Can anyone afford not to have a Lasting Power of Attorney?

by | Dec 9, 2020 | COVID-19, Legal

Guest post contributed by Peter Earle, Specialist Estate Planning Consultant with Legacy Legal

Kate Garraway has long been a familiar face on the morning news circuit, but recently found herself in the spotlight for more personal, and difficult, reasons. In March this year, her husband Derek Draper contracted Covid-19 and has remained very seriously ill, including a long period of time in a medically-induced coma.

In addition to the emotional toil this situation must have placed on Garraway and her family, she has also spoken recently of the difficulties she is facing in a practical sense. She explained the ways in which dealing with general paperwork, particularly that surrounding financial matters, is becoming more and more difficult due to the amount of policies in her husband’s name.

Draper does not have a Power of Attorney- a document that would allow Kate to act on his behalf-in place, and therefore she will not be allowed to carry out even simple tasks, or discuss policies on behalf of her husband.

This distressing story leads us to the exact nature of Lasting Powers of Attorney, and why they can be so important.

A Lasting Power of Attorney, or LPA, allows an individual to appoint a third party to make decisions on their behalf when they no longer have the capacity to do so themselves. If someone doesn’t have LPA’s in place, and they become mentally incapacitated, their loved ones can face long delays and an onerous application to The Court of Protection to gain access to their finances and make decisions on their behalf.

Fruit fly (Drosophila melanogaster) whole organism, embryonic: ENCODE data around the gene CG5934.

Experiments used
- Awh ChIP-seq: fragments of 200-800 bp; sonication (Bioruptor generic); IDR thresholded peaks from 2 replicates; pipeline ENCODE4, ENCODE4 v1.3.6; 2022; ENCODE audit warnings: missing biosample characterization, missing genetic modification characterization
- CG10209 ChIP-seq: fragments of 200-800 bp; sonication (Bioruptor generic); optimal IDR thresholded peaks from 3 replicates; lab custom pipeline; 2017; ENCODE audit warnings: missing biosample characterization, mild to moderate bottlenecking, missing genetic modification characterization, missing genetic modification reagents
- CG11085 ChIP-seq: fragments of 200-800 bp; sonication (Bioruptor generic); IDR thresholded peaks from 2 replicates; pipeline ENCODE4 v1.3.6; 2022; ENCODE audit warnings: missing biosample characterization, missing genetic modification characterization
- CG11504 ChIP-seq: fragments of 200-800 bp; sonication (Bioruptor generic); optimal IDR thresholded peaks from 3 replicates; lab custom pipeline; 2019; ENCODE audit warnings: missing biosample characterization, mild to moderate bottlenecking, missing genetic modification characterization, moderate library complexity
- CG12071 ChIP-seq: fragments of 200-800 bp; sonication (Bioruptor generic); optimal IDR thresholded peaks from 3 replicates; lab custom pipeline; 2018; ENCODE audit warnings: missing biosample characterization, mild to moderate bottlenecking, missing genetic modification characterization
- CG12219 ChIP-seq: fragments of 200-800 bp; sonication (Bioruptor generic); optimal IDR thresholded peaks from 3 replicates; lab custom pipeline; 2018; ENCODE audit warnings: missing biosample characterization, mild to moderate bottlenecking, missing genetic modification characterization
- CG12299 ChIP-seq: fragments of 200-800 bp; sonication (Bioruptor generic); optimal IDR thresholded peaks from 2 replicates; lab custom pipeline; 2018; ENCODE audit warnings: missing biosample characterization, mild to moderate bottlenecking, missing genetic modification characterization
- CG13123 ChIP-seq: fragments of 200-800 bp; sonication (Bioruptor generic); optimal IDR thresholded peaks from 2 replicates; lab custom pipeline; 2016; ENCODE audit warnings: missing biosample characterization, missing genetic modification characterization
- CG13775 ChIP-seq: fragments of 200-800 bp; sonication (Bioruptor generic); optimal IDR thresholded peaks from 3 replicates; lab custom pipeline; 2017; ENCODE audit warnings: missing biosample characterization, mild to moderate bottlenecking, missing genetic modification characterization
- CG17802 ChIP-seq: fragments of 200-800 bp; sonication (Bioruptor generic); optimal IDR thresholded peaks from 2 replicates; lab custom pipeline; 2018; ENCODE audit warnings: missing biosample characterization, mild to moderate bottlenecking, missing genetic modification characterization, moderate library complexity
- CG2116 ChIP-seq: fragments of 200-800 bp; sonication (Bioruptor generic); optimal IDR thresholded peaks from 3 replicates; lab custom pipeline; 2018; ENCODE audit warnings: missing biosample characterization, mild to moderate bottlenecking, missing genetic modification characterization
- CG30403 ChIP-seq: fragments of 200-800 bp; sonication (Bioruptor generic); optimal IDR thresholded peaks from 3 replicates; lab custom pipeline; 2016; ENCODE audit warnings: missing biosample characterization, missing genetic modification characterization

During this process, assets are likely to be frozen, including joint assets, which can cause significant problems for relatives who may need to make arrangements to pay bills, for any ongoing care needs.

Why power of attorney is all-important, but even more so during the Covid-19 pandemic

There are two types of LPA; a Property and Financial Affairs LPA and a Health and Welfare LPA. The Property and Financial Affairs LPA gives attorneys the authority to look after the donor’s finances – including buying and selling property, dealing with bills, running bank accounts and investing money. The Health and Welfare LPA allows attorneys to make decisions about medical treatment, or day to day care, on behalf of the donor in the event that they become unable to make those decisions themselves.

Business owners can create separate LPAs for their business interests, allowing them to appoint specific attorneys to look after their business affairs. This prevents personal attorneys exposing both themselves, and the business in question, to unnecessary risk.

Luckily I understand Derek Draper is on the road to recovery; one which I hope is both quick and full. However I am very grateful to Kate Garraway for using her influence and voice to shine a light on an area in which so many individuals are still left exposed and vulnerable, and hope it reveals why nobody can afford to be without an LPA.

For further information on this subject please contact Peter Earle on 07505 643065, email pae64@icloud.com or visit www.legacylegal.co.uk/pearle